It means, if we consider the equal measuring units of x axis and x axis, SRT transformation can be valid only for v=0 (due to the geometrical reasons connected with the co-ordinate systems origins displacement). It gives no physical sense.
We can try to solve the problem by discovering the ratio between measuring units of the x and x axes.
We can suppose the ratio between measuring units of x and x axes is a. We know from (1),(2), and (4) that the original and transformed relations give the same values (with opposite signs). We can describe the distance geometry with respect of measuring unit ratio by (9)
We can see from (9) that it is possible to describe distance D equal vt as sum the same values together with the fact that distance of ET plain can be greater than 0.5 vt in co-ordinate system K by the proper selection of the measuring unit ratio.
We can compare (7) with (9). We can see that the geometrical problem of SRT transformation can be solved only if the ratio of measuring units of x and x axes is b.
It means, the physical length unit used for the distance description at x axis is b-times smaller than the length unit at the all other axes (x,y,z,h,z). The same is valid for the velocity measuring units. We will identify the velocity unit at the x,y,z,h,z axes by [U] and the velocity unit at the x axis [u] in the following text.
Let us have the light source moving with velocity v in direction of x axis. It is placed in the origin of the moving co-ordinate system k as usual in SRT. Both co-ordinate systems origins are equal at t=t=0. The light source emits photon P at t=t=0 with the velocity c (measured in units [U]) in the direction that photon moves in ET plain in direction of h (y) axis. Photon moves in x axis direction with the velocity (10) measured in [u] – measuring unit of x axis.
The photon velocity x component is equal to ET plain velocity (2) (using (6)). Photon P moves with the velocity (11) in x axis direction - measured in the units [U].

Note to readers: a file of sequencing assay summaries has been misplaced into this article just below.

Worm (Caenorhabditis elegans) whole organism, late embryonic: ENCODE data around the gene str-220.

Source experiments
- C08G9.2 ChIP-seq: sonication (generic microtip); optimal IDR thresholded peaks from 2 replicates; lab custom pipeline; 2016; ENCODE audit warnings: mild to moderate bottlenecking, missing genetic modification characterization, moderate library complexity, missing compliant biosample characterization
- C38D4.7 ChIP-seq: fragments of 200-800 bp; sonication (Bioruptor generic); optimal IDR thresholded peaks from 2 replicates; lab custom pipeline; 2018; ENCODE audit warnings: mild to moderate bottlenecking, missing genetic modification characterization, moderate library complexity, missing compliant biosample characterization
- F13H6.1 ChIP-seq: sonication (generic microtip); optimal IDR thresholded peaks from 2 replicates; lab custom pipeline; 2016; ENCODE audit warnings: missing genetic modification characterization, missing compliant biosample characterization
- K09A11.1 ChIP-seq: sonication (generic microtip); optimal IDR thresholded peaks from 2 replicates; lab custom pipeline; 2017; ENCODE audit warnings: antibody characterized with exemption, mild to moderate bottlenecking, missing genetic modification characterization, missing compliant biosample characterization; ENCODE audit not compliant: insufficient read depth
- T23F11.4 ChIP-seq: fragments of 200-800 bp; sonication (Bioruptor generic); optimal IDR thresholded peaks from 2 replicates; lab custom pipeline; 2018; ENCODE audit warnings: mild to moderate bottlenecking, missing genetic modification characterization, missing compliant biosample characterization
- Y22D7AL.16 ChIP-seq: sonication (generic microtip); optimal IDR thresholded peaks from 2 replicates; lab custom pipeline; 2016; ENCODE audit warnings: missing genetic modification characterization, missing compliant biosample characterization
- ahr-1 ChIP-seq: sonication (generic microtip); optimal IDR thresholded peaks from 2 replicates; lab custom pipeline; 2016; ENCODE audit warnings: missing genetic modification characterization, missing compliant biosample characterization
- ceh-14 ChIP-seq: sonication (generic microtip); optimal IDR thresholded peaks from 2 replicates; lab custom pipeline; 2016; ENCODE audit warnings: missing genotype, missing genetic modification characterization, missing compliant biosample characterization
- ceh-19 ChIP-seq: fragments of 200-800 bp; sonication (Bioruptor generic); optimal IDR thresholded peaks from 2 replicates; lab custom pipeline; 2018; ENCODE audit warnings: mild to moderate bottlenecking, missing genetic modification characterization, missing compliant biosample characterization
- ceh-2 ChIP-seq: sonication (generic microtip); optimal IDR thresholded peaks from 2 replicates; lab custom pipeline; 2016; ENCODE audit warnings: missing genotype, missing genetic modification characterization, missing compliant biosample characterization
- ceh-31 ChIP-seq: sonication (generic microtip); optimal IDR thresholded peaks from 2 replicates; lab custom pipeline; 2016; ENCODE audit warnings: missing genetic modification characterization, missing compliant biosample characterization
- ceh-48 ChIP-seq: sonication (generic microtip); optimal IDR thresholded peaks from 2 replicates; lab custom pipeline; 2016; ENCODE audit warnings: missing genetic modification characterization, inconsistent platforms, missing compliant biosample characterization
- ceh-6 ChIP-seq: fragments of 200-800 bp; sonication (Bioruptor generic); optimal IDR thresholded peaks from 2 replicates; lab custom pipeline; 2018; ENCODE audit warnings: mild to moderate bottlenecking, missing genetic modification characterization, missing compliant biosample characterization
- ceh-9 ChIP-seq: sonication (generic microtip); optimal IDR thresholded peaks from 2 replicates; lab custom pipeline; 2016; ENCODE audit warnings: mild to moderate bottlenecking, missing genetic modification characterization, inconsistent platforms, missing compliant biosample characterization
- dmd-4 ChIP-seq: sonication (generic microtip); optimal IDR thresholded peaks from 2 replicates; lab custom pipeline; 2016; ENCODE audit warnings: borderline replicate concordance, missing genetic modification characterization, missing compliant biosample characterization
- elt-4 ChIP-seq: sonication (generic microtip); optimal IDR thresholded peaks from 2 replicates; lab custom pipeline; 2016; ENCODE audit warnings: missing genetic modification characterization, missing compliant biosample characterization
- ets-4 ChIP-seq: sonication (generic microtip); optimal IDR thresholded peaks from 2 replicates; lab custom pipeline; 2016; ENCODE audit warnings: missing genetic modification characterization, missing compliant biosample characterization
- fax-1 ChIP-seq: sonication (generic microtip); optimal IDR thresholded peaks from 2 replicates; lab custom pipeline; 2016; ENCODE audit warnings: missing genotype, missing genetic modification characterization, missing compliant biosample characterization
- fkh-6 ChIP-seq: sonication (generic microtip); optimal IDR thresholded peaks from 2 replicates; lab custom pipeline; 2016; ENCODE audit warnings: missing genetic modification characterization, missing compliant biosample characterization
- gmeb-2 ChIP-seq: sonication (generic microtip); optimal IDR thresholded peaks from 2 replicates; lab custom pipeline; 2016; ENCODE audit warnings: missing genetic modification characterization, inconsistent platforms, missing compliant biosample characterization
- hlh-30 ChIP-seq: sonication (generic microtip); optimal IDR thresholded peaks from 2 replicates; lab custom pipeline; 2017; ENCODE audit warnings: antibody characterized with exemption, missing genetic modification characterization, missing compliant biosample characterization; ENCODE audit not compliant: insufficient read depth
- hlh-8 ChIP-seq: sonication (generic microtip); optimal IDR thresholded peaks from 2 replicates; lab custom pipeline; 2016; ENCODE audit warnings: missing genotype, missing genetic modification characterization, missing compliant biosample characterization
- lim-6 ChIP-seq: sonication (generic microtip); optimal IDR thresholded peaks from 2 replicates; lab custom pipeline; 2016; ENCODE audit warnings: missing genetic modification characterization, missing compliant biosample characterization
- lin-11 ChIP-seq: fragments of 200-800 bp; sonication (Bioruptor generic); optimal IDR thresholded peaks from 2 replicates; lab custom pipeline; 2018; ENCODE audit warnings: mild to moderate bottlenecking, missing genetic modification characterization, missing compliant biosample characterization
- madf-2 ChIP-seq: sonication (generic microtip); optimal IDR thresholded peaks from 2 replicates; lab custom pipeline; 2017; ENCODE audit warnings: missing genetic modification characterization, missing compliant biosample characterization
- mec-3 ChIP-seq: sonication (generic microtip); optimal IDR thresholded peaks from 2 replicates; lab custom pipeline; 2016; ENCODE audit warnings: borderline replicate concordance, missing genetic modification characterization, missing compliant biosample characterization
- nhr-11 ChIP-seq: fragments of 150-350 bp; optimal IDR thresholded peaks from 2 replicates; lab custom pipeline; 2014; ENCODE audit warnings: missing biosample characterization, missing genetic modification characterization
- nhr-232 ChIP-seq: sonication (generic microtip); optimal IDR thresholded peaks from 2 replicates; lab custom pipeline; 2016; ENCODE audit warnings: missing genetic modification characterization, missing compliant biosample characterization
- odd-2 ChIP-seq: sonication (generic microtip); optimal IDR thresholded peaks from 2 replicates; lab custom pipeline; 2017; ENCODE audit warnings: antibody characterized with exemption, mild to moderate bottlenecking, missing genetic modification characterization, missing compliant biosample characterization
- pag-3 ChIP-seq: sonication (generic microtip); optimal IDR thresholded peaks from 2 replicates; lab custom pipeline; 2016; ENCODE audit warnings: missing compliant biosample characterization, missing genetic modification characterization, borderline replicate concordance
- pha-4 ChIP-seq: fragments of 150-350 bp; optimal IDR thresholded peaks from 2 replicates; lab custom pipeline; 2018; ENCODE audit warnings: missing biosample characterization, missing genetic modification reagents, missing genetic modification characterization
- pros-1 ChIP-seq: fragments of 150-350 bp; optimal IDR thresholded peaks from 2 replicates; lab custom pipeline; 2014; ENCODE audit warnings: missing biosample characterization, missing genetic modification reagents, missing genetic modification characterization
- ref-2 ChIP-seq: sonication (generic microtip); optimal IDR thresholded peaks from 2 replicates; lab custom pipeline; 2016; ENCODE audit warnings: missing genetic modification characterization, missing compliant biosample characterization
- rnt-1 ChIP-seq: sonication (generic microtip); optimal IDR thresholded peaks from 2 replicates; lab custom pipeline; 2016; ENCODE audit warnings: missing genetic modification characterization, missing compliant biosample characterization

We can calculate the photon orthogonal velocity component in the h axis direction (12) (measured in [U]) i.e. the photon P velocity in ET plain.
We know all photon P velocity components in moving co-ordinate system k (wPz=0). We can transform photon P movement into the stationary co-ordinate system K by standard SRT velocity transformation with respect of the measuring units.
We can use previously described transformation equations (4) and (5) (valid at ET plain)[a].
We gain (13) and (14) (both in [U]).
We can compute photon P total velocity wP in the stationary co-ordinate system K (15) in units [U] i.e. in the same measuring unit as photon emission velocity c is described.
We can evaluate (15) using (6) and gain (16).
We can see directly from (16) (no measuring unit) that photon P emitted from the moving light source is moving with velocity grater than c in stationary co-ordinate system for any b>1 i.e. for any v>0 (and t>0). We can see from (16) that the photon P velocity is dependent on the light source velocity v.
Figure 2 - Graphical representation of the photon P total velocity wP dependence on the light source velocity v.
Described particular case shows the existence of at least one situation where photon emitted from the moving light source moves with velocity grater than c in the stationary co-ordinate system and the photon velocity is dependent on the light source velocity. The calculation is based on the correct use of SRT transformation including measuring unit conversion. The result is in direct contradiction with the second relativity theory postulate.
It must be noted, that the variant of the equal measuring units at all space axes can be taken into account. The geometrical distance inconsistency of SRT transformation described above exists in the particular case.
It means that at least one particular situation exists where SRT is internally inconsistent.
The particular case shows, that the proof described in §3 1 can not be generally valid. The existence of the particular case proves that the second relativity theory postulate is mathematically unsupported by SRT transformation.
[a] Equation (4) uses [u] and [U] units and (5) uses only [U] units. We must substitute velocity described in [u] units into (4) i.e. (10) to receive result in [U]. We must substitute velocity in [U] units into (5) i.e. (12) to receive results in [U].
 Albert Einstein 1905 On the Electrodynamics of Moving Bodies – translated from „Zur Elektrodynamik betwegter Körper“ , Annalen der Physik, 17,1905 - The Principle of Realitvity – A Collection of Original Memories on the Special and General Theory of Relativity – Mineola, N.Y.: Dover Publication 1952, pages 35-65.